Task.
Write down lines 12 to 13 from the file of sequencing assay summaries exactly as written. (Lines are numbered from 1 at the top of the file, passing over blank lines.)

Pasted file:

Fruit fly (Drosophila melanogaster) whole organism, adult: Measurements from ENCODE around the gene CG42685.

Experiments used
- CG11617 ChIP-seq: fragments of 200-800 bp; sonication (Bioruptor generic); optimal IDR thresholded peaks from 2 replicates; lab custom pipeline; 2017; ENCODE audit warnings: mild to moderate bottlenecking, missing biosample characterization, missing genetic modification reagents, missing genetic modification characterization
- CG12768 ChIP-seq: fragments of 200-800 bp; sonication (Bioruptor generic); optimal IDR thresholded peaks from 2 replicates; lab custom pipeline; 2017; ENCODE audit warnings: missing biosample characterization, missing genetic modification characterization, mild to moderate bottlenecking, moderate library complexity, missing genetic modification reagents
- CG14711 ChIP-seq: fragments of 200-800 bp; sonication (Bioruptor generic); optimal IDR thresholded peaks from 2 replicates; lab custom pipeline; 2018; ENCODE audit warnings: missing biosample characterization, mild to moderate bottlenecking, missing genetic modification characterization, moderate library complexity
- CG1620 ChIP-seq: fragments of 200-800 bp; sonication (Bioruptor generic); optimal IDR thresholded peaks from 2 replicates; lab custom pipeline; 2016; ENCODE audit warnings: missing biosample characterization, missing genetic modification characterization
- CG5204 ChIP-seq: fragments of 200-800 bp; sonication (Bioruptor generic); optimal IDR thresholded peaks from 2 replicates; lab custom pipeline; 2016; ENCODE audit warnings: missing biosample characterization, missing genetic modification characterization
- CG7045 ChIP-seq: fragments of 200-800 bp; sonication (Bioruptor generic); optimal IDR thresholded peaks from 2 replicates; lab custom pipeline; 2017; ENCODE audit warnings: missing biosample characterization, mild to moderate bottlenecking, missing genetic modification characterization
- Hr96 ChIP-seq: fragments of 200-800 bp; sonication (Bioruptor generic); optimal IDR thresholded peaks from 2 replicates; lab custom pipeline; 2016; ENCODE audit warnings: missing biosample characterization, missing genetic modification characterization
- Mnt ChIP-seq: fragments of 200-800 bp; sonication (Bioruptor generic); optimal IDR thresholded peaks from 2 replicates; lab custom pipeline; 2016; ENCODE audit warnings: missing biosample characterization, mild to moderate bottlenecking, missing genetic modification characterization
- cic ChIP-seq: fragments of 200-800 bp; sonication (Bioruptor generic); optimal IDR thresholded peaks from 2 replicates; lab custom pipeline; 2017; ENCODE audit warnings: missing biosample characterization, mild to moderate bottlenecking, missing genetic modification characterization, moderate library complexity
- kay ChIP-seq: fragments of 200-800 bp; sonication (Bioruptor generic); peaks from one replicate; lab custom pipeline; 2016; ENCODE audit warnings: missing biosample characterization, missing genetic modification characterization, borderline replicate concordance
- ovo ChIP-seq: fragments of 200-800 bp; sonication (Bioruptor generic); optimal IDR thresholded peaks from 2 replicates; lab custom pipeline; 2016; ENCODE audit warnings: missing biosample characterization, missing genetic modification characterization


- kay ChIP-seq: fragments of 200-800 bp; sonication (Bioruptor generic); peaks from one replicate; lab custom pipeline; 2016; ENCODE audit warnings: missing biosample characterization, missing genetic modification characterization, borderline replicate concordance
- ovo ChIP-seq: fragments of 200-800 bp; sonication (Bioruptor generic); optimal IDR thresholded peaks from 2 replicates; lab custom pipeline; 2016; ENCODE audit warnings: missing biosample characterization, missing genetic modification characterization